The Year in Music: A Conversation 

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On the Prevailing Contrarianism Among Music Critics

Mike:As far as I'm concerned, the worst thing the big scary internet and its many blogs have done to music criticism is make it so that talented, professional writers are so disgusted by the whole thing that they've turned their back on a lot of important things and ushered in an era of unprecedented, debilitating contrarianism.

Jeff:What do you mean by that, exactly?

Mike:Just that the intellectual playfulness that was at the heart of a lot of populist criticism during the first half of the 00's, from guys like Klosterman and Sheffield, has sort of gone missing. And in its place, we have something equally populist but far more aggressive, where the de facto stance of most respected critics is that if you don't like Katy Perry or Odd Future as much as you like Fleet Foxes or, god forgive you, The Decemberists, then there's something wrong with you—either you're lying or have bad taste.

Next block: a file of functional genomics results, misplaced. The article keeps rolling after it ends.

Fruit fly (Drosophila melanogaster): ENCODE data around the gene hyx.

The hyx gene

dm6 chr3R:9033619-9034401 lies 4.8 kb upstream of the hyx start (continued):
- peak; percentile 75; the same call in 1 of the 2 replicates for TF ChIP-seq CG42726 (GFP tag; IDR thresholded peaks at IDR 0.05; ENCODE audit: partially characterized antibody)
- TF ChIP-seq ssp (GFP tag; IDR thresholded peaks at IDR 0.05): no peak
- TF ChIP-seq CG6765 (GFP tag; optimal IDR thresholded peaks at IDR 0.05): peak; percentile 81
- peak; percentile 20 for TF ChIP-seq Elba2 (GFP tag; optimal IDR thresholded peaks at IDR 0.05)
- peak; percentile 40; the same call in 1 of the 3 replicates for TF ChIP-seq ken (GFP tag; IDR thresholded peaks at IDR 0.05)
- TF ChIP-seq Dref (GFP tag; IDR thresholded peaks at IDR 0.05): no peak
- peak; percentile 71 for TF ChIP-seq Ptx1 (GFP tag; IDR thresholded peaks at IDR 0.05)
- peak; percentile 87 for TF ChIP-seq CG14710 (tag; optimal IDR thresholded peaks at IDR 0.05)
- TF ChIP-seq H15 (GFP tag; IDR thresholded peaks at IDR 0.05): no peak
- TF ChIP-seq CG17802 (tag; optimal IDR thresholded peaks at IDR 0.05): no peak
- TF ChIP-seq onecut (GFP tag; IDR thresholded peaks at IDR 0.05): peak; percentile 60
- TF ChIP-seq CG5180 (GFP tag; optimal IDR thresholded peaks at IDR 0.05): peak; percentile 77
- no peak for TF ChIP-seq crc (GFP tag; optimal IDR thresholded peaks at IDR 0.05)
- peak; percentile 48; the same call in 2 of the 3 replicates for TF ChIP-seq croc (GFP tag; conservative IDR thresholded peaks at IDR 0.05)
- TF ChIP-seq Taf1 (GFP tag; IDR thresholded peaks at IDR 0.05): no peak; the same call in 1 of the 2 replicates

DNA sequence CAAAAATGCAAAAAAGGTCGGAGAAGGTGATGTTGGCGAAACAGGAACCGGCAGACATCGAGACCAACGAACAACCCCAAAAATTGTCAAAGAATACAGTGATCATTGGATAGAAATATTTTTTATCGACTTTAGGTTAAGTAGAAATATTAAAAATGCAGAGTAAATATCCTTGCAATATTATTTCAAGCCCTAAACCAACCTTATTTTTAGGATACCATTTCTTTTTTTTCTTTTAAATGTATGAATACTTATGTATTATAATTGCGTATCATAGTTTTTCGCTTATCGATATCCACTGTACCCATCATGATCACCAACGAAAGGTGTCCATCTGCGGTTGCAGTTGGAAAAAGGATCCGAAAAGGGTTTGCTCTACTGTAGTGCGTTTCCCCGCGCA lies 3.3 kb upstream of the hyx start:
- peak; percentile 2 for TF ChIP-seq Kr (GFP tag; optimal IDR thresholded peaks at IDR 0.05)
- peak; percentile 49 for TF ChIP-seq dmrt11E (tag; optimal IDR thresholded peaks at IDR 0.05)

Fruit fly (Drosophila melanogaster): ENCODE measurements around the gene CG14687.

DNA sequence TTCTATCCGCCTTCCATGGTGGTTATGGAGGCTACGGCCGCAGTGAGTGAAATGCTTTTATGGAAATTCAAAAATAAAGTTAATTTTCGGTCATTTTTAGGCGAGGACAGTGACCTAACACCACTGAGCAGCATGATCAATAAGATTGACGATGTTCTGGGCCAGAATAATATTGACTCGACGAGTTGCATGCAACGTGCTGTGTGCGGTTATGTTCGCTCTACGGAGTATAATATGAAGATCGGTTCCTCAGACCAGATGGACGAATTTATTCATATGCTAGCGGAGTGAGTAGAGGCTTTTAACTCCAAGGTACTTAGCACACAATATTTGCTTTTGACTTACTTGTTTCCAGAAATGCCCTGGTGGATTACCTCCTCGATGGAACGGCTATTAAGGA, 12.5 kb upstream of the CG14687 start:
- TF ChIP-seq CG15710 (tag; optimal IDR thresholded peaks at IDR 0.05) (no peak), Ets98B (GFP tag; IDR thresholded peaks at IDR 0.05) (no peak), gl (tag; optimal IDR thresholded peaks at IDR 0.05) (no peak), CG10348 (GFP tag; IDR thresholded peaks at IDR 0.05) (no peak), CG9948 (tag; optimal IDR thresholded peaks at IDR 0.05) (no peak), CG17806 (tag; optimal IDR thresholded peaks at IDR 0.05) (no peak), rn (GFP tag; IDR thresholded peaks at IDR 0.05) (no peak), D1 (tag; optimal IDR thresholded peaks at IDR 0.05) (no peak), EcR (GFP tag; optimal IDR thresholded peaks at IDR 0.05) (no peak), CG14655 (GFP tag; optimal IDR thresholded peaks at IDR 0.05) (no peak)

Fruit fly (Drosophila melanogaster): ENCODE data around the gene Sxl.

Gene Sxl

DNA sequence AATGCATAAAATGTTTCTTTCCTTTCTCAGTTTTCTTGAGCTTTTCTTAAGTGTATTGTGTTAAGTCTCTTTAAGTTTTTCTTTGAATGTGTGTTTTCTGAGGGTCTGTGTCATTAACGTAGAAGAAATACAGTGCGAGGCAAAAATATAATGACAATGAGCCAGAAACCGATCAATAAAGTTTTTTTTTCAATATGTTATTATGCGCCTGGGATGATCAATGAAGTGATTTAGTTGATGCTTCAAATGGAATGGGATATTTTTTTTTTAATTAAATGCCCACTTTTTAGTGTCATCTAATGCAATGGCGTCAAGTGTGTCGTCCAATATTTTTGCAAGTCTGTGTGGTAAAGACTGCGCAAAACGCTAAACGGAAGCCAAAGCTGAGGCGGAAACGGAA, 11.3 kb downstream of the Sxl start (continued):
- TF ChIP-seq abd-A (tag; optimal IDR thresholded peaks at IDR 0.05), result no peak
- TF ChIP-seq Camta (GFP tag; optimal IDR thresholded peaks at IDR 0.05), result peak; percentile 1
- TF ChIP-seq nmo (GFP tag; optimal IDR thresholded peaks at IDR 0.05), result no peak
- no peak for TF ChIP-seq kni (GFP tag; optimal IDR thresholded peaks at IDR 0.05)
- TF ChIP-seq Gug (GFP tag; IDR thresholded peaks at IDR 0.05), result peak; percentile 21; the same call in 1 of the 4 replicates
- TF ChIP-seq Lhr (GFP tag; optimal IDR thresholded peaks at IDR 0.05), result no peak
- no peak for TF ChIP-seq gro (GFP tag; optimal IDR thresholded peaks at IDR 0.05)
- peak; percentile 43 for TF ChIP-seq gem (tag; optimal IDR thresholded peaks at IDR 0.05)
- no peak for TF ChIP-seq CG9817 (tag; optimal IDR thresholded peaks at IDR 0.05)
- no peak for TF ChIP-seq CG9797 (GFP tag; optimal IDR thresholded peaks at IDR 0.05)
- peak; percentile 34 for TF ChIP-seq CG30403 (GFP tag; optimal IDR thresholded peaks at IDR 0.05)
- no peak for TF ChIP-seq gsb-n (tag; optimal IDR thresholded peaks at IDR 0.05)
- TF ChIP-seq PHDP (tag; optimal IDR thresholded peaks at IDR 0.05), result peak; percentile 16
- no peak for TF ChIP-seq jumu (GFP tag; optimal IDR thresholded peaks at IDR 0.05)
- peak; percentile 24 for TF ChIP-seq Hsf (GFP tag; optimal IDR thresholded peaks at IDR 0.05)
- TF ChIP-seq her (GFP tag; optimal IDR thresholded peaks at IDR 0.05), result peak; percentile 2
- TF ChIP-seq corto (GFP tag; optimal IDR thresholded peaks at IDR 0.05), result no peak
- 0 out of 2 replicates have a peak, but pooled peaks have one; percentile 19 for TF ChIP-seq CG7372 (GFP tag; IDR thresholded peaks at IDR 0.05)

My pet theory about this is that as more and more people gained access to more and more of the records we used to  have before everyone else and our opinions became less important, critics sort of recoiled—out of fear, out of frustration, out of anger—and when they finally mustered up the strength to fight back, they did so by using their considerable smarts to think up the craziest, most counter-intuitive shit you could ever imagine, and then sort of rolling their eyes at anyone who didn't feel the same way. I've said it before, but I think we're talking ourselves into a corner here, and it's exhausting, conter-productive and dangerous.


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